LANCASTER, NY - No one knows when a sudden event might alter the course of your life or how it might do that.
For a teenager in Lancaster, it was tragic,and near fatal occurrence.
On July 1, 2013 J.J. Pesany was helping his football coach and two teammates push a portable goal post off the practice field in back of Lancaster High School when it either came in contact with, or got close enough to send an arc from a high voltage power line
All four suffered an electric shock, but J.J. got the worst of it, experiencing sudden cardiac arrest.
"They were all moving except one," recalled Lancaster police detective Keith Kerl, who was nearby when the call came in and was among the first on the scene.
Fortunately, Kerl was also a trained EMT with nearly 40 years of experience, and quickly performed Cardio Pulmonary Resuscitation (CPR) on J.J., helping to save his life.
During JJ's recovery, Kerl came to visit and J.J. naturally asked him how he could ever re-pay him for his efforts.
"I told him that as a CPR instructor, I wanted to teach him and his family and his football team CPR, so that we can spread the word and hopefully some day you can return the favor."
And so, since that near fatal day J.J., now 16, has done just that and more.
I'm now a certified CPR instructor so I can now teach others the skills so that if they have to save somebody's life they can," J.J. told WGRZ-TV, on a recent afternoon when he and Kerl helped instruct his classmates on this life saving skill.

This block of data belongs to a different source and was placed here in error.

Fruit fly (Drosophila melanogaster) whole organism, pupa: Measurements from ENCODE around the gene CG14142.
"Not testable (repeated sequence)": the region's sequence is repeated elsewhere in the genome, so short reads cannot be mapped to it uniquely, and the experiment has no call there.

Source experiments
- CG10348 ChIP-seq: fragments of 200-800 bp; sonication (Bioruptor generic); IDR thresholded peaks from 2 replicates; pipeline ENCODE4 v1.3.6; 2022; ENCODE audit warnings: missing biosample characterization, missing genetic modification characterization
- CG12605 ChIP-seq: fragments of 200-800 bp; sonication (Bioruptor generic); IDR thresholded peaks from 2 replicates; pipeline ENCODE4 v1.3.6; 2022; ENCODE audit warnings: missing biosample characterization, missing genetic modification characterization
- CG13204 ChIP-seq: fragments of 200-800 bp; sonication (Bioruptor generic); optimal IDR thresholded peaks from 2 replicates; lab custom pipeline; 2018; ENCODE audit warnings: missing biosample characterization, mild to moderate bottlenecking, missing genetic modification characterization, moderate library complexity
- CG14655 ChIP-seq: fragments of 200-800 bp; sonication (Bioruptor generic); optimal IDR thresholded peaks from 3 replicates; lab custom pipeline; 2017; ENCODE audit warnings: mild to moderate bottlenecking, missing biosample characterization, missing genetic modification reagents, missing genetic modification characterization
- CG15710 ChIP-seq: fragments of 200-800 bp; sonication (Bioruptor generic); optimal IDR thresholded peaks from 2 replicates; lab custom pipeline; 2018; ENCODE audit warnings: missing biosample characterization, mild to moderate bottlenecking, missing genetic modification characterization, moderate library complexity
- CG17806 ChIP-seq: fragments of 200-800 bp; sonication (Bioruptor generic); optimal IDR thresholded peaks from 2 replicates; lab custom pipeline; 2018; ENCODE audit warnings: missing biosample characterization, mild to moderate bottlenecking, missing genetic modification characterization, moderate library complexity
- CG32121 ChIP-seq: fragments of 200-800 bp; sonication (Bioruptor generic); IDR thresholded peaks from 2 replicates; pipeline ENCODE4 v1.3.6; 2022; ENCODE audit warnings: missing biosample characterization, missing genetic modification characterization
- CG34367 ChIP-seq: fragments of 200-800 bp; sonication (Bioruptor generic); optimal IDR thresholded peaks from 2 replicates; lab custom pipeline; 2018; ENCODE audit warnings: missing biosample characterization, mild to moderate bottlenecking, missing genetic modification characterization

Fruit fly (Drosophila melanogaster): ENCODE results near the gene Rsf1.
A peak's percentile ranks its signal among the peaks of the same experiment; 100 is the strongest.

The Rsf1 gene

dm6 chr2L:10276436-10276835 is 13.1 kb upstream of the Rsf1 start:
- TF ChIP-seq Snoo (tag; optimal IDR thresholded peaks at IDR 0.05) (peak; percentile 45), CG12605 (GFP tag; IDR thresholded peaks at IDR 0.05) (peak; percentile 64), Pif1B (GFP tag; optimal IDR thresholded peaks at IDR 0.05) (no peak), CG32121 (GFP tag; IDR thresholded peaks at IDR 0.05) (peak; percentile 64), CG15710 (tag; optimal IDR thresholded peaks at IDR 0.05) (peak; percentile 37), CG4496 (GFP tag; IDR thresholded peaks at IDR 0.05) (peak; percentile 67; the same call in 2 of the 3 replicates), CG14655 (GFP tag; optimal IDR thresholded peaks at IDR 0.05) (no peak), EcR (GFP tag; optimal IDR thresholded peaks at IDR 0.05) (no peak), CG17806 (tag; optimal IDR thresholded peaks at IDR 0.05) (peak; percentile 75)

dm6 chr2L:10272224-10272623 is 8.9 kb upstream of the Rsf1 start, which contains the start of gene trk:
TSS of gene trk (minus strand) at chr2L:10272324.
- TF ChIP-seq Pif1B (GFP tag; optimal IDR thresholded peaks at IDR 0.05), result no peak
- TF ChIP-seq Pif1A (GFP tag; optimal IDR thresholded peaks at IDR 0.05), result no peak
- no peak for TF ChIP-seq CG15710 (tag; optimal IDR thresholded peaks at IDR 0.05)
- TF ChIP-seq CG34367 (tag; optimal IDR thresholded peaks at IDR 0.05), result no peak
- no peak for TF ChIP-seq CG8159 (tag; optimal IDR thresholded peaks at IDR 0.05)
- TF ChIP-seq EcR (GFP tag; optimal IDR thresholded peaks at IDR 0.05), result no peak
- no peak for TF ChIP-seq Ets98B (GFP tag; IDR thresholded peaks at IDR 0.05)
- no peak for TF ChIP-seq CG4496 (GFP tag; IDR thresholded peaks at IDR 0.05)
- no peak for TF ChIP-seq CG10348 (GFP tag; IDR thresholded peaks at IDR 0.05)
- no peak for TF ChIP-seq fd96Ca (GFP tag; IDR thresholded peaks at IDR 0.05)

"We were able to put 500 high school students into this community that are trained in CPR," said Kerl. "That's huge."
"Hopefully, we can teach everyone next year and get the whole entire student body trained," J.J. said.
But J.J. wasn't done there.
He and his family became part of a lobbying effort along with the American Heart Association, to convince New York State legislators to pass a bill requiring CPR to be taught to all high school students before they can graduate.
The CPR in Schools bill passed both houses and was signed by the Governor last fall.
The State Education Department has been finalizing the curriculum for how it will be implemented, and the Board of Regents is expected to approve that within a month.
"If they can teach kids to square dance they can teach them to save lives," said J.J.'s mother Jennifer Pesany.
"I could not be a prouder mom...seeing what J.J. is doing and overcoming from the tragic event that he went through. He is absolutely making the most of his second chance at life."
Click on the video player to watch ours story from 2 on Your Side reporter Dave McKinley and Photojournalist Ben Read. Follow Dave on Twitter: @DaveMcKinley2